California gives residents greater built in privacy protections than most states and often leads the nation in enacting consumer-friendly privacy legislation. Protecting sensitive data accompanying 911 calls should be no different. All entities handling data associated with 911 calls, namely Public Safety Answering Points (PSAPs), must be subject to robust, relevant, and enforceable privacy policies. Furthermore, individuals must retain maximum control over personal data, and be afforded educational opportunities so they remain informed of NG911 benefits and capabilities.  Without such measures, consumers may lose trust in the 911 system and jeopardize personal and public safety by refraining from using the system.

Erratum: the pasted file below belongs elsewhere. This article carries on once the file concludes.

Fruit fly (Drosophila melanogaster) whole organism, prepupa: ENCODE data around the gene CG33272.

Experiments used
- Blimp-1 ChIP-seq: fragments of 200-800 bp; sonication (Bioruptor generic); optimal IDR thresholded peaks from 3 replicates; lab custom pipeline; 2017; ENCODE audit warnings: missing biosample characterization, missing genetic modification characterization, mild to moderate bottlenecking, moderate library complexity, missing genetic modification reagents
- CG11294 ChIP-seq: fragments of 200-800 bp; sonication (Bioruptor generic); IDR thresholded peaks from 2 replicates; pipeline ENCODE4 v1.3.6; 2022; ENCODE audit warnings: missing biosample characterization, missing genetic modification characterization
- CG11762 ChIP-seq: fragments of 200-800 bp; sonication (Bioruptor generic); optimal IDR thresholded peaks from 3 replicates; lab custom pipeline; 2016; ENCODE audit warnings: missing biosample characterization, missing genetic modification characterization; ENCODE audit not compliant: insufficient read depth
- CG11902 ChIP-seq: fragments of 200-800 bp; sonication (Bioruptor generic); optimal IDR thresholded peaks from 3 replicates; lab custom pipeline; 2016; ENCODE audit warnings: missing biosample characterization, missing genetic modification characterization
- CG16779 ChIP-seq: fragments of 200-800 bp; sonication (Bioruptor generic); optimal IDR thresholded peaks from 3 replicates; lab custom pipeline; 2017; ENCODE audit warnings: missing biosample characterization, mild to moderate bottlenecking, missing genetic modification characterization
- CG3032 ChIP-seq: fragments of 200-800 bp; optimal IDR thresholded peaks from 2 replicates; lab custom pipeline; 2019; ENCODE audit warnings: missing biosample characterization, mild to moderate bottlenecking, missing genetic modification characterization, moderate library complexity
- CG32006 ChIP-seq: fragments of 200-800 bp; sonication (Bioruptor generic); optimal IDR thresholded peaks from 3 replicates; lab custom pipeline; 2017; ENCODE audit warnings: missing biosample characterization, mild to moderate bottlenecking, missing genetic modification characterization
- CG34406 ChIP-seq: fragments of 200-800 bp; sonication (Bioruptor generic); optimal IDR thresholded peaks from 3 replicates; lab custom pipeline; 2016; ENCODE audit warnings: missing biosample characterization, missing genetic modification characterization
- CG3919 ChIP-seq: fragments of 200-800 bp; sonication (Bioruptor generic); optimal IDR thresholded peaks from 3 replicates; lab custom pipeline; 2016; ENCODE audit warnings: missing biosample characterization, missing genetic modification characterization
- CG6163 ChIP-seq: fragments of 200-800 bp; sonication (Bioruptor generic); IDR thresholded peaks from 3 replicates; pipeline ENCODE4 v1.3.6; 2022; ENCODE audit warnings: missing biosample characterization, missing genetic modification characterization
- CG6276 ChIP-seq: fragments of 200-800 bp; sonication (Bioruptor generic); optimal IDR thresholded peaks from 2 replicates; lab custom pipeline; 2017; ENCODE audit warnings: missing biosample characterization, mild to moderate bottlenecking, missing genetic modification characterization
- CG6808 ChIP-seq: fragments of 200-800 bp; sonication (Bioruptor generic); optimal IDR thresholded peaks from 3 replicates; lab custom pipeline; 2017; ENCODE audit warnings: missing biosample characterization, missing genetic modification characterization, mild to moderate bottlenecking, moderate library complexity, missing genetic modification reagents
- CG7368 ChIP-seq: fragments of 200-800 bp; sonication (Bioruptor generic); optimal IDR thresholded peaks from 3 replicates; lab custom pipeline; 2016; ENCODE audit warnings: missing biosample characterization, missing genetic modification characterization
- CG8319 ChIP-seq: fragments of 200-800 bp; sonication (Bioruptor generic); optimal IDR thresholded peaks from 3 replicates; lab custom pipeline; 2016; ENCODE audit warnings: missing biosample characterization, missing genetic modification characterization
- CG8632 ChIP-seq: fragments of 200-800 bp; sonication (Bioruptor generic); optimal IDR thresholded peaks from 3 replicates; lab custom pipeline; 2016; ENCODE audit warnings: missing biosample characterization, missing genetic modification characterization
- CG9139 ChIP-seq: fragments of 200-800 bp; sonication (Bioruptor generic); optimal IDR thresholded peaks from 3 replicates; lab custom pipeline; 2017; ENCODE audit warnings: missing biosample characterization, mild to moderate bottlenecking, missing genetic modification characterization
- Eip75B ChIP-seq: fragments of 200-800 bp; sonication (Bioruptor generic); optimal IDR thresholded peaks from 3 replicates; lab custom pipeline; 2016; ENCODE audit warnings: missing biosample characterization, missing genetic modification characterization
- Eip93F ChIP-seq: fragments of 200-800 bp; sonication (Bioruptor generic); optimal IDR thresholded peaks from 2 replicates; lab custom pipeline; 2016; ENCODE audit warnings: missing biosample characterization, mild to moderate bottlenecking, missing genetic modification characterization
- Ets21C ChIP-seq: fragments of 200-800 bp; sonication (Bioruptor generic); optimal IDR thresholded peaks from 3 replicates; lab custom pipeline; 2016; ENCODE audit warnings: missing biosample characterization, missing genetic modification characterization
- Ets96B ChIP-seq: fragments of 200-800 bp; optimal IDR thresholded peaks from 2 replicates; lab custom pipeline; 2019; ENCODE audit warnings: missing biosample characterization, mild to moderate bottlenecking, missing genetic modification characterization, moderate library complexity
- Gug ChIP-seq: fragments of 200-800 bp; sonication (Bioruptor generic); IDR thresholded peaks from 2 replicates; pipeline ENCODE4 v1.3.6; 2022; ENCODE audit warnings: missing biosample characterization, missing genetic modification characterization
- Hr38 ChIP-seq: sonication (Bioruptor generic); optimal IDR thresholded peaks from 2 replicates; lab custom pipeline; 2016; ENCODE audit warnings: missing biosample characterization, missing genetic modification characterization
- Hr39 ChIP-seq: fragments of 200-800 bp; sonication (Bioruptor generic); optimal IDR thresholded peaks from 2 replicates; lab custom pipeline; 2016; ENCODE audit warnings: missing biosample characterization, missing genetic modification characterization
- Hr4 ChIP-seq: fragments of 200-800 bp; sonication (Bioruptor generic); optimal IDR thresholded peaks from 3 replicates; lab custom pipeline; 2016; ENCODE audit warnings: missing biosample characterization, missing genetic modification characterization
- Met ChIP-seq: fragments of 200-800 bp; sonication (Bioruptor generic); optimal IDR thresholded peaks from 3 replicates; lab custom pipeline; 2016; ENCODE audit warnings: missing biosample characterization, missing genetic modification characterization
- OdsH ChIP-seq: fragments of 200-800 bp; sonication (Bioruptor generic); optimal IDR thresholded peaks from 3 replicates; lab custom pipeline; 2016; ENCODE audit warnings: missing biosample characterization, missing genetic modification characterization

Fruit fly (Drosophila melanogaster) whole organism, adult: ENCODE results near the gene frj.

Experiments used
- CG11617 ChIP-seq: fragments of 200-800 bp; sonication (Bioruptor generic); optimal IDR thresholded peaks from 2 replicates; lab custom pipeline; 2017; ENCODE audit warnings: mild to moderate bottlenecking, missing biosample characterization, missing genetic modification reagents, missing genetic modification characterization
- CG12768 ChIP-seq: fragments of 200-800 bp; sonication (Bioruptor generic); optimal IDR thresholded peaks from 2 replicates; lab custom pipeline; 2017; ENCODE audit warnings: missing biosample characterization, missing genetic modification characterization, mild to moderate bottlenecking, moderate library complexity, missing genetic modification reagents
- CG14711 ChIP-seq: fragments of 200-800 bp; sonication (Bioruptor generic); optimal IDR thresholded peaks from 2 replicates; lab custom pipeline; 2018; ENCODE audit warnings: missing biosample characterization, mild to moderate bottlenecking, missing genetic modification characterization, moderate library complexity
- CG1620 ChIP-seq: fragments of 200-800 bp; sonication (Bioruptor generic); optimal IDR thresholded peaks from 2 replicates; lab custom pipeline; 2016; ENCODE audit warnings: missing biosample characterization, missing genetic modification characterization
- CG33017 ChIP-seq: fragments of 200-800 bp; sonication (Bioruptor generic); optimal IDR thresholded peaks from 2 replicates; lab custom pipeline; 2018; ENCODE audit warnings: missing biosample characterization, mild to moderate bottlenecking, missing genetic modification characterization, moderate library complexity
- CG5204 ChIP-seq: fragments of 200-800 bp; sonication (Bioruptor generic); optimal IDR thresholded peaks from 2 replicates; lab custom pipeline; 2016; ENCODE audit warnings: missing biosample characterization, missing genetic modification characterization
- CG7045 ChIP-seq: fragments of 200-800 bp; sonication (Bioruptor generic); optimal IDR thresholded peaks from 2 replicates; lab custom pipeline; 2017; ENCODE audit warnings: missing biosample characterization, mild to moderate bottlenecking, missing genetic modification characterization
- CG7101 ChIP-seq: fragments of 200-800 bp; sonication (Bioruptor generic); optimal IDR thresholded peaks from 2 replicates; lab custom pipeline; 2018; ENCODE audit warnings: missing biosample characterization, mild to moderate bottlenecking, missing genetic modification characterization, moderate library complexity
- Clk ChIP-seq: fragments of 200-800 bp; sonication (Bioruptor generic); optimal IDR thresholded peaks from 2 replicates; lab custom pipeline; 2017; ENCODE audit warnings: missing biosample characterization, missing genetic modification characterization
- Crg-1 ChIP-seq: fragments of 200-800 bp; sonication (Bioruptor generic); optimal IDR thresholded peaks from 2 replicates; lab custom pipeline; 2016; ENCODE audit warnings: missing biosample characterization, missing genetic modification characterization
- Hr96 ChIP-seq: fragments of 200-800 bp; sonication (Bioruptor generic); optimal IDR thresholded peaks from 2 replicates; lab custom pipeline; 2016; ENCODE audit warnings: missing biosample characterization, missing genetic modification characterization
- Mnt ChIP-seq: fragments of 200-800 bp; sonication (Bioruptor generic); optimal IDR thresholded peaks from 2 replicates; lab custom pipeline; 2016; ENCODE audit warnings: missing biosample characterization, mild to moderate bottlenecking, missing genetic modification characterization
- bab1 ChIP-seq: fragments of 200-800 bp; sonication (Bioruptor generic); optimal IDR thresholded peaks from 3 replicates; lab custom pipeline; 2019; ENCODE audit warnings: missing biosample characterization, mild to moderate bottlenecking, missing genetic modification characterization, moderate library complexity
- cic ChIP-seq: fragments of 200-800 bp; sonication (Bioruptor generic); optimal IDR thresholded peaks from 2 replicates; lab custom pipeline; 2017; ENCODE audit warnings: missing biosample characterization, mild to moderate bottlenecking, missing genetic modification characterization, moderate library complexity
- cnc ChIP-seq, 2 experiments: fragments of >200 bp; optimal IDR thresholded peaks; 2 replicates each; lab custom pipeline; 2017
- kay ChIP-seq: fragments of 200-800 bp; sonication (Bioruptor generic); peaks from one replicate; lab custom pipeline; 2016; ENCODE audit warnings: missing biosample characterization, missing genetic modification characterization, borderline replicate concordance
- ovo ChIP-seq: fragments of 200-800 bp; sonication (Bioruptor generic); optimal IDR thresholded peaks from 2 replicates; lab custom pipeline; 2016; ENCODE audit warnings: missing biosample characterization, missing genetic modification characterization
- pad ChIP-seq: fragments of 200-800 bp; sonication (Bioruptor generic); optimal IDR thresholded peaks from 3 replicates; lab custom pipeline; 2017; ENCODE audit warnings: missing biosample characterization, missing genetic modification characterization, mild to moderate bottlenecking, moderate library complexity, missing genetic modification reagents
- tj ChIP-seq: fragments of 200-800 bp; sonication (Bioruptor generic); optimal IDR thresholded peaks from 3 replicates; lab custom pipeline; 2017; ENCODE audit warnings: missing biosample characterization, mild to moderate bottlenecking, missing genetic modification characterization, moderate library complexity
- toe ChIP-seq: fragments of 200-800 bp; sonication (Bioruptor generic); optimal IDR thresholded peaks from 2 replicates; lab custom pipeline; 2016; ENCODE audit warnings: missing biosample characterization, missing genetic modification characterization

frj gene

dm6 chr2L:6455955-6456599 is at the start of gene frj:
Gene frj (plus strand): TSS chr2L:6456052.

III. Responses to Specific Inquiries

Legal, Regulatory and Funding

E. With the ability to gather increased information with NG9-1-1 how will an individual’s confidentiality and privacy be maintained (e.g. medical information)?

The PRC appreciates the PSCO’s inquiry regarding individual privacy, and thanks the PSCO for the ability to comment.  Baking consumer privacy protections into an NG911 system will allay many consumer concerns, and ideally PSAPs and any other entities handling consumer data will be held accountable by way of a comprehensive privacy policy.  We recommend any governing policy be based on the full set of Fair Information Practices (FIPs) and be completely enforceable.  FIPs “are a set of internationally recognized practices for addressing the privacy of information about individuals.”[2]  They include: collection limitation, data quality, purpose specification, use limitation, security safeguards, openness, individual participation, accountability.[3]